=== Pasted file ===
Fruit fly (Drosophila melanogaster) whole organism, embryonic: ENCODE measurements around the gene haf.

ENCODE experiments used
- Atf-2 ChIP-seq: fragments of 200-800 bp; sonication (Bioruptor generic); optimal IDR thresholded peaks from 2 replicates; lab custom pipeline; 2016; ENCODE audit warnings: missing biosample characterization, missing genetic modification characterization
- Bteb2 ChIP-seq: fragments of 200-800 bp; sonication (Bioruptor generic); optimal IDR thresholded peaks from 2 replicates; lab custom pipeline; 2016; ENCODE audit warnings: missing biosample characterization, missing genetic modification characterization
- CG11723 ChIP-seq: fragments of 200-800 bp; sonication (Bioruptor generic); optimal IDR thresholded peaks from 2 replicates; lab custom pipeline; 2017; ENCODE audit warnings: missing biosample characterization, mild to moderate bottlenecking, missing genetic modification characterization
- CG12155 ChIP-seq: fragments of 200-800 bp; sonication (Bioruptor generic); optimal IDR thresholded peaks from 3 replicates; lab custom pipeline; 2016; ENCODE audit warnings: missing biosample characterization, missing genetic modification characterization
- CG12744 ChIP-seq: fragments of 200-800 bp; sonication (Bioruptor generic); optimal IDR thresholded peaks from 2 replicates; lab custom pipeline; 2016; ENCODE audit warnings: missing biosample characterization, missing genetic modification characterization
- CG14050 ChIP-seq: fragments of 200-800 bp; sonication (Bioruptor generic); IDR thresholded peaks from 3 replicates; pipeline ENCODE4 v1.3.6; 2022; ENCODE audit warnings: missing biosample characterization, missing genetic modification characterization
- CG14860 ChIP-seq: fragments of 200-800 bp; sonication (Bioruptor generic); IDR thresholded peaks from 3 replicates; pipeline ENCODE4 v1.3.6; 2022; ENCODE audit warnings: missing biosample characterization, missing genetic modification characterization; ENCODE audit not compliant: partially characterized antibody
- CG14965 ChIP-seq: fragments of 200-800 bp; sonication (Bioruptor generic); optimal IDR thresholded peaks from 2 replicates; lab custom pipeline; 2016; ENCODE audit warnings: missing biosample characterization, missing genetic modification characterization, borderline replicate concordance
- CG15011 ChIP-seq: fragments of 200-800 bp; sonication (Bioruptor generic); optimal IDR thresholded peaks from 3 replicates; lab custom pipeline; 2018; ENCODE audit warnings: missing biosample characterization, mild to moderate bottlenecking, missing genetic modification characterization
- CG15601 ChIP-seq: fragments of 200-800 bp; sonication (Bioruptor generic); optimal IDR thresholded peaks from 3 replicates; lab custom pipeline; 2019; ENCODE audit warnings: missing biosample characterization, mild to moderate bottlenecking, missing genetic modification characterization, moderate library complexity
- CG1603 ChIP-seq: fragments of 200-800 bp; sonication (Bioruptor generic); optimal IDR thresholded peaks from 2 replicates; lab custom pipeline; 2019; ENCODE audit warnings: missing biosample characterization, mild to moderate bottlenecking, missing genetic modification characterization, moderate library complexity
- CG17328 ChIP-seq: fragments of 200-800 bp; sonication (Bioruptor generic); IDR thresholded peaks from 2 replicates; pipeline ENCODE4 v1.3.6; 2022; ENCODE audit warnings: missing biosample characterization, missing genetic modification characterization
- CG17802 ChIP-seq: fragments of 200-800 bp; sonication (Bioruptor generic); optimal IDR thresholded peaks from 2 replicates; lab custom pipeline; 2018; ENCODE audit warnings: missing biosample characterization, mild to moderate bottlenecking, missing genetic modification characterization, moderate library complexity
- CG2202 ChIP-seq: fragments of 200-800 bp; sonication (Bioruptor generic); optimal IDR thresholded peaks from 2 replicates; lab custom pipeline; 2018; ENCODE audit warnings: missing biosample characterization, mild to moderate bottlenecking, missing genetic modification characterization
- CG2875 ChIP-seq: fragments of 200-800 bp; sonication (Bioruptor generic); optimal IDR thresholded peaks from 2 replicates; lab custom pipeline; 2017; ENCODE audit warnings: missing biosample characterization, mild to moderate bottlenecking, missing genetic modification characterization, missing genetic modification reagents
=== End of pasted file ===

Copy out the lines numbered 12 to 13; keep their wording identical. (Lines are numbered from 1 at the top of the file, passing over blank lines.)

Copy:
- CG15601 ChIP-seq: fragments of 200-800 bp; sonication (Bioruptor generic); optimal IDR thresholded peaks from 3 replicates; lab custom pipeline; 2019; ENCODE audit warnings: missing biosample characterization, mild to moderate bottlenecking, missing genetic modification characterization, moderate library complexity
- CG1603 ChIP-seq: fragments of 200-800 bp; sonication (Bioruptor generic); optimal IDR thresholded peaks from 2 replicates; lab custom pipeline; 2019; ENCODE audit warnings: missing biosample characterization, mild to moderate bottlenecking, missing genetic modification characterization, moderate library complexity